Expecting substantial near-term growth, a Citigroup Smith Barney analyst raised his full-year estimates and price target on cable and satellite company
"It is an open secret that Broadcom's business is doing very well," said analyst Clark Westmont in a research note. New products, such as personal video recorders, gigabit Ethernet and chips for wireless local area networks are driving sales above second quarter guidance of a sequential 12% to 14% increase, he said. Further, in the first quarter, the company reported a 11% quarter-over-quarter increase.
But the news isn't all good for Broadcom. Westmont sees it losing 30% of PC server chipset market share to
by the fourth quarter of 2004. This would then diminish the next year's earnings, he said.
Additionally, Westmont warned that investors seem to be focused on Broadcom's near-term prospects, while "the future is a problem for another day." Historically, he said, most chip stock investors overlook near-term issues and focus on longer-term prospects.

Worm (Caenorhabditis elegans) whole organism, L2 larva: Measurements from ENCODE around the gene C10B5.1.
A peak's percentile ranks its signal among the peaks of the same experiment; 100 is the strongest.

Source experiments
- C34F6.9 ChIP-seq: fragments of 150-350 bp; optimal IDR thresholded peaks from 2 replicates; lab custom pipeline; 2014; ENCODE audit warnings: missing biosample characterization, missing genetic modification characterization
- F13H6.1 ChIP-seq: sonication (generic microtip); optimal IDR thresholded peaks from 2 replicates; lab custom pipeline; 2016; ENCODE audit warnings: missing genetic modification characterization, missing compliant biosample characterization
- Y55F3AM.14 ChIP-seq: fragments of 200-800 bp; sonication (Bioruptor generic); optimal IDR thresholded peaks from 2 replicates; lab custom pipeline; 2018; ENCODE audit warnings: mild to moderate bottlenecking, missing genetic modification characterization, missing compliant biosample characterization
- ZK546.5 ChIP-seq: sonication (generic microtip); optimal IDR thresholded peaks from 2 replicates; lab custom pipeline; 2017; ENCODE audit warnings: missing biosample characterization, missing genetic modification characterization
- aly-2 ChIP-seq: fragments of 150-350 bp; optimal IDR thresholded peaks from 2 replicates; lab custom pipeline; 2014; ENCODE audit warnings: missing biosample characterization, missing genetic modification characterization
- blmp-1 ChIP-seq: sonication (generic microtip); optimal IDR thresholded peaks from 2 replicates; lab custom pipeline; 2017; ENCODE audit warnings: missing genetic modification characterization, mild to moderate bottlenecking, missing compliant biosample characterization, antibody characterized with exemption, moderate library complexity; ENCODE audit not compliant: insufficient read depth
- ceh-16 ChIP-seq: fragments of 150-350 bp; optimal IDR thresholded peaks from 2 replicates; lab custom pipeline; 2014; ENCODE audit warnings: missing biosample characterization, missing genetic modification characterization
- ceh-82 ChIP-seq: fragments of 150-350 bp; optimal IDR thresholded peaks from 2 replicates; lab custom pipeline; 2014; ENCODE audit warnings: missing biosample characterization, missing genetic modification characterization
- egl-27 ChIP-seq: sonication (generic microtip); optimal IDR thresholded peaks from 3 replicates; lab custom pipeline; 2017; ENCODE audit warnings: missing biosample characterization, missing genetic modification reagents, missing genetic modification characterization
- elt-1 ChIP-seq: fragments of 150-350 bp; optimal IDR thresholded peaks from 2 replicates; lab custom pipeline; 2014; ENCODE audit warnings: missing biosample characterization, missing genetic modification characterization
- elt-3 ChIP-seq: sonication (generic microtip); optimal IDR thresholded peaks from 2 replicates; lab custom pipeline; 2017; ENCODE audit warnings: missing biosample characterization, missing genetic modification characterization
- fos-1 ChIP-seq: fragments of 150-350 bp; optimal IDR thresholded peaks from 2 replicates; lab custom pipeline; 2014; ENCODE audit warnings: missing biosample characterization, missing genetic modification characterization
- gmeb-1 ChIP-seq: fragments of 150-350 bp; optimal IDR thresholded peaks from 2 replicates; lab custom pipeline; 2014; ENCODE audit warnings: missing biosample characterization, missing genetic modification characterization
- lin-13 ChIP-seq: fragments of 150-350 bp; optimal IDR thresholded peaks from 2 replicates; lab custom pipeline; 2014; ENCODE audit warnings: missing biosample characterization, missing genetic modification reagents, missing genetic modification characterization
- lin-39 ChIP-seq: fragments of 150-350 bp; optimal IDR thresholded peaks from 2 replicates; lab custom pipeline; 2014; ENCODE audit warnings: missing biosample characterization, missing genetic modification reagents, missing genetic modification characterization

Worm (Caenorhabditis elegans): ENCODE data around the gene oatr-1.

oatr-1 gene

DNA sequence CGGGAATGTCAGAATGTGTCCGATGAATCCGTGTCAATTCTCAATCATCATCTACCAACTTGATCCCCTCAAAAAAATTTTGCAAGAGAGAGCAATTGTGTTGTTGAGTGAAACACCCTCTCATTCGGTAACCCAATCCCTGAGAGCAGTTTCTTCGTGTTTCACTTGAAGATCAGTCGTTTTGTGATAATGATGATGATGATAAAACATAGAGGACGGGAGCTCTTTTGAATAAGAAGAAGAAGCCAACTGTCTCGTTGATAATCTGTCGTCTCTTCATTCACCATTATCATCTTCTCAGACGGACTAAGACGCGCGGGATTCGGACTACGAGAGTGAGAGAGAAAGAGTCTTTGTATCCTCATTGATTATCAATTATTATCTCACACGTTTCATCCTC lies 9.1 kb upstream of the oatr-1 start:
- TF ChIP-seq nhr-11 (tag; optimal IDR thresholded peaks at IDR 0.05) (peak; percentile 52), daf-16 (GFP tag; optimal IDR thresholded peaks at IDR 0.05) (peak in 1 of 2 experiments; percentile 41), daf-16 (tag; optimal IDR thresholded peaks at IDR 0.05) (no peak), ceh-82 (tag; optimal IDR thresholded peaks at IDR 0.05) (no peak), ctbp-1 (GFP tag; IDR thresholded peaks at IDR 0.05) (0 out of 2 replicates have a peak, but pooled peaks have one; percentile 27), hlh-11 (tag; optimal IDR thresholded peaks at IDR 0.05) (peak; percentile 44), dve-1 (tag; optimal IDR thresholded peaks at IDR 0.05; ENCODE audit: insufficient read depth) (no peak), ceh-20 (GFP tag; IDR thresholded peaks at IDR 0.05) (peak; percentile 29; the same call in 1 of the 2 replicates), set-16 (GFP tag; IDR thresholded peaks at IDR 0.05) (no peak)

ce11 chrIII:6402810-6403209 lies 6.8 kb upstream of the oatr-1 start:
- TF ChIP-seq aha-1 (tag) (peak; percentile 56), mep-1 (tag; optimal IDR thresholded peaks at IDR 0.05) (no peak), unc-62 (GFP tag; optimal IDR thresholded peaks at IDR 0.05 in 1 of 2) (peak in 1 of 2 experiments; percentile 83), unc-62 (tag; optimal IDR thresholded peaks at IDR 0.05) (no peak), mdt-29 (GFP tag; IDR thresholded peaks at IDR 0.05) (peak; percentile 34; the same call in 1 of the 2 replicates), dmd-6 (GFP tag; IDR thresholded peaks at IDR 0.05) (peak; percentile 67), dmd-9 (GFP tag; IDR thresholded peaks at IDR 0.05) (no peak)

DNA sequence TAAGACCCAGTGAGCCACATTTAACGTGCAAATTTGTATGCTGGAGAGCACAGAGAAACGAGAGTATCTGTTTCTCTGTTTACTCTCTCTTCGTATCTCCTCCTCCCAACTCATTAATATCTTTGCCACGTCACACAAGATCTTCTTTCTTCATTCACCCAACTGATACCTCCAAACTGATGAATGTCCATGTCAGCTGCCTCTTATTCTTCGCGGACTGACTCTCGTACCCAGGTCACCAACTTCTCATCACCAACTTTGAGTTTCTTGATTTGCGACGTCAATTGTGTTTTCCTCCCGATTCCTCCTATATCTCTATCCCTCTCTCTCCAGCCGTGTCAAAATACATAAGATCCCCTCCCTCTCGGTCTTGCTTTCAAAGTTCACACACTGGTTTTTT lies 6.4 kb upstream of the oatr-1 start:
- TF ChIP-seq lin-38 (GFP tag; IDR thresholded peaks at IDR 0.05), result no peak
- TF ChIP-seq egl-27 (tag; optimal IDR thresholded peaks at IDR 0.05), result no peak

Westmont noted that the stock was down below $12 three months ago largely due to challenges in its ServerWorks business. He estimates, however, that unit will bring in more than half of the company's operating profit this year. "Longer-term, investors should monitor the PC server chipset developments closely to determine the feasibility of 2004 earnings projections," said Westmont.
The analyst now expects the company to earn 49 cents a share for the year, up from 37 cents a share. For 2004, Westmont upped his guidance to 70 cents a share, from 60 cents a share. The company's price target goes to $28 from $17.
Shares of Irvine, Calif.-based Broadcom were recently down about 5% at $27.60 in